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High Diabetes Risk For 1 In 3 People

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1 in 3 people High diabetes risk

By Contributor

A recent screening programme found that one in three people have a high risk of developing diabetes. Could you be at risk? Read on…

High diabetes risk

The Independent Community Pharmacy Association (ICPA) ran a recent screening programme on diabetes and found that one in three of the participants tested has a high risk of developing diabetes over the next 10 years.

These alarming findings were drawn from the initial 10 000 screenings that have been captured and are part of a continuing drive by the ICPA to assist the National Department of Health with a snapshot of South Africa’s diabetes statistics.

Everyone should be tested for diabetes

Since November is Diabetes Awareness Month, now is the time to get screened!

“Early detection and treatment of diabetes can decrease the risk of developing the complications associated with this illness. In order to encourage people to get tested for diabetes, certain independent community pharmacies around the country will be offering free screening for this highly prevalent disease,” says Mark Payne, CEO of the ICPA.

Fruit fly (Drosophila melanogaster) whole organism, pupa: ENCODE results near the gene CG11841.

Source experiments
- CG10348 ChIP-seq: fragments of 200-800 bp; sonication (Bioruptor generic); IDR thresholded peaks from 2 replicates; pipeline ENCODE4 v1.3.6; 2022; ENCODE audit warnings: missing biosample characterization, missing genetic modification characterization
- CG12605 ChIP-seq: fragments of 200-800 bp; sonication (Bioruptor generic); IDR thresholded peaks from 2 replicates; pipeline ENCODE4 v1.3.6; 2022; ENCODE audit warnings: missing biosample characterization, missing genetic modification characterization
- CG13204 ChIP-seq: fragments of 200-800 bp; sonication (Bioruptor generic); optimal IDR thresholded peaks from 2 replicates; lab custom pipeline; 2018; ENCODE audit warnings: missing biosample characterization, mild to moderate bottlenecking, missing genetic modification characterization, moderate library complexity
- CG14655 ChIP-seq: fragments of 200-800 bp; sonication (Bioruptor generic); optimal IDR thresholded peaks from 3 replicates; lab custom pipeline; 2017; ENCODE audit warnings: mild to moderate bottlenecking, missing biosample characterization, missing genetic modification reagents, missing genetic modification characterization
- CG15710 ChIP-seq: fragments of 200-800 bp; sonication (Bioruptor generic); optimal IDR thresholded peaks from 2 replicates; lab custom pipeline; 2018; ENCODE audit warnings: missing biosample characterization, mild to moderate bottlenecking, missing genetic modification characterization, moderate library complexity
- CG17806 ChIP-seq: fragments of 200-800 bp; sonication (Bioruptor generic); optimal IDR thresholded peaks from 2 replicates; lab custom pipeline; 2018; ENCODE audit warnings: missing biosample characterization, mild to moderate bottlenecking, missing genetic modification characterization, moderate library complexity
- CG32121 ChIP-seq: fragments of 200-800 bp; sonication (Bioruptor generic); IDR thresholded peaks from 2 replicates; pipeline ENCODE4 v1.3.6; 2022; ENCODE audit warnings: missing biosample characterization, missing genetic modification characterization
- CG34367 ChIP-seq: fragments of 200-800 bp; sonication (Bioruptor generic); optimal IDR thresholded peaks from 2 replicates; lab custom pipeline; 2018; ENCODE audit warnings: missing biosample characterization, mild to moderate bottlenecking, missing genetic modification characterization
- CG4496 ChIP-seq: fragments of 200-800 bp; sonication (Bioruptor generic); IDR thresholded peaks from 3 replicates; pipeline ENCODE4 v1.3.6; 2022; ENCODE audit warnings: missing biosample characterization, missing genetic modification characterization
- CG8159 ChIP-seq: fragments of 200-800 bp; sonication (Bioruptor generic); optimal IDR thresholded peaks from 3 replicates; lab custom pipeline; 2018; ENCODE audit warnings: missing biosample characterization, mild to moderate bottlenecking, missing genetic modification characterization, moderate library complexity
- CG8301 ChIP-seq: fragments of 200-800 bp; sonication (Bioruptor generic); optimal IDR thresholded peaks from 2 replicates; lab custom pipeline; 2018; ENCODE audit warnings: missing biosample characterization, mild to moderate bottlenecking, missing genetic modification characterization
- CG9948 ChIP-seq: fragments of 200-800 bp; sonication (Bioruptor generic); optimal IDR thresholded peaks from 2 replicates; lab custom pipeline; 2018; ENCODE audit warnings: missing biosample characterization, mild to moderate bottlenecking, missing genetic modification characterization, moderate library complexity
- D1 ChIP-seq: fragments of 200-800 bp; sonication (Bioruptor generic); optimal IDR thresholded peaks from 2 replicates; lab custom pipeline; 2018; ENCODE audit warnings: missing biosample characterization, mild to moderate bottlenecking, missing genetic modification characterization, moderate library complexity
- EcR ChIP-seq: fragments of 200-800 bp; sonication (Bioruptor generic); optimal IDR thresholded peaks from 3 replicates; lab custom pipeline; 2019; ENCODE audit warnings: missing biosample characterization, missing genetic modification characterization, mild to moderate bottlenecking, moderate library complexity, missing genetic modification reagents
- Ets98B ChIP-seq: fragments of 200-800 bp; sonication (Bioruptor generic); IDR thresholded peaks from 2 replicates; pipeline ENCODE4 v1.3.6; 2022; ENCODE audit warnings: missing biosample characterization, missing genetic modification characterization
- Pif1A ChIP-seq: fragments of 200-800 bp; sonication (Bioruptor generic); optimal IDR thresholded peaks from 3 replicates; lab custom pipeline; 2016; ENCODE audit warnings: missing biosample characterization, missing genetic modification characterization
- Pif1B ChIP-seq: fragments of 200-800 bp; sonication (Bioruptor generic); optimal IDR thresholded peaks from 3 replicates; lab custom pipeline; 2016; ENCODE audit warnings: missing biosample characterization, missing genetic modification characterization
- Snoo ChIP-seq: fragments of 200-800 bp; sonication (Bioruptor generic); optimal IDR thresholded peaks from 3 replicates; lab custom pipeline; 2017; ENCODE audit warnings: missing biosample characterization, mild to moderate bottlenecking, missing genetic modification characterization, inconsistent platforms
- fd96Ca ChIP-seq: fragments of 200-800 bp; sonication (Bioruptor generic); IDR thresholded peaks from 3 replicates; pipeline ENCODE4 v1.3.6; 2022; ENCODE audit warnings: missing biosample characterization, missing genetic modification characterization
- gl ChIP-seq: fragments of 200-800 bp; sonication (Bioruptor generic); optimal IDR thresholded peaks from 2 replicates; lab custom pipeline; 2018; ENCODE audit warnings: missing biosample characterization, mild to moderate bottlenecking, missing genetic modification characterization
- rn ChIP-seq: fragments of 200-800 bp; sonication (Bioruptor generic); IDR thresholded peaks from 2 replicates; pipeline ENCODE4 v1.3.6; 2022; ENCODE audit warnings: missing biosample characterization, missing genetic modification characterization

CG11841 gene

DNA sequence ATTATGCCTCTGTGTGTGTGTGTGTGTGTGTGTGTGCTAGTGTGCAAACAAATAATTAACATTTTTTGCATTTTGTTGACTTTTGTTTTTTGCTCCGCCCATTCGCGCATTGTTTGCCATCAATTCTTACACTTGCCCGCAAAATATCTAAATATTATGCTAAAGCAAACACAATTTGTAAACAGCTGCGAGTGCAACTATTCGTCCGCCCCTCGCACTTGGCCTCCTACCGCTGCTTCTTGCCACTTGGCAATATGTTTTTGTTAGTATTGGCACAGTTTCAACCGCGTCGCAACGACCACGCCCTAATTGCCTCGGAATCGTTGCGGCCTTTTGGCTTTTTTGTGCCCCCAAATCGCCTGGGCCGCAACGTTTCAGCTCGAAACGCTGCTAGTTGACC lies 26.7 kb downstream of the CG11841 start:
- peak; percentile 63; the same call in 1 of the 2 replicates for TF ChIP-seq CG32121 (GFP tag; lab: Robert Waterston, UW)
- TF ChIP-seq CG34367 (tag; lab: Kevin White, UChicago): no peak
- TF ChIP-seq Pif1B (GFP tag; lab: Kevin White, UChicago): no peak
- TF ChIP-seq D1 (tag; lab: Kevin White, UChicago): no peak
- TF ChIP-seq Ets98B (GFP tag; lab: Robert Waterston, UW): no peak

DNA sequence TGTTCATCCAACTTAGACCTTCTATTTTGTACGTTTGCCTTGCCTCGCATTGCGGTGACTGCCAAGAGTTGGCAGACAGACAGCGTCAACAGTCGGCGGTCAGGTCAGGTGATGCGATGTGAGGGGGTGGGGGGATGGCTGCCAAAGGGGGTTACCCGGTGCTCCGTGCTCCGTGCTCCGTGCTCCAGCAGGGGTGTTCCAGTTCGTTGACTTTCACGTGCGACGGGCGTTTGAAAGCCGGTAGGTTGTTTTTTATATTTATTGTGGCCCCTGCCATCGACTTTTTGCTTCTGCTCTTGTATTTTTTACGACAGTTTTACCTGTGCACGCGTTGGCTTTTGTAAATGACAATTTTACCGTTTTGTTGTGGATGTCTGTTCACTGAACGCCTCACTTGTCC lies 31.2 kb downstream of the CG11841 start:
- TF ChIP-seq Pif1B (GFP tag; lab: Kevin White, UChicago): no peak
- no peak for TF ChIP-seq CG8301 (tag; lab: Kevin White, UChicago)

Diabetics should be screened regularly

According to the ICPA, for those who have already been diagnosed with diabetes, it is also important to have regular screenings to measure your levels of glycated haemoglobin (HbA1c).

“By measuring glycated haemoglobin (HbA1c), doctors are able to get an overall picture of what our average blood sugar levels have been over a period of weeks and months - and for people with diabetes this is important as the higher the HbA1c, the greater the risk of developing diabetes-related complications.”

The ICPA provides some important diabetes facts…

What is diabetes?

Diabetes is a chronic disease that occurs when the pancreas is no longer able to make insulin, or when the body can’t use the insulin it produces effectively. Insulin acts like a key which lets glucose pass from the bloodstream into the cells to produce energy.

Not being able to produce insulin or use it effectively leads to raised glucose levels in the blood (known as hyperglycaemia). Long-term, these high glucose levels are associated with damage to the body and failure of various organs and tissues.

Different types of diabetes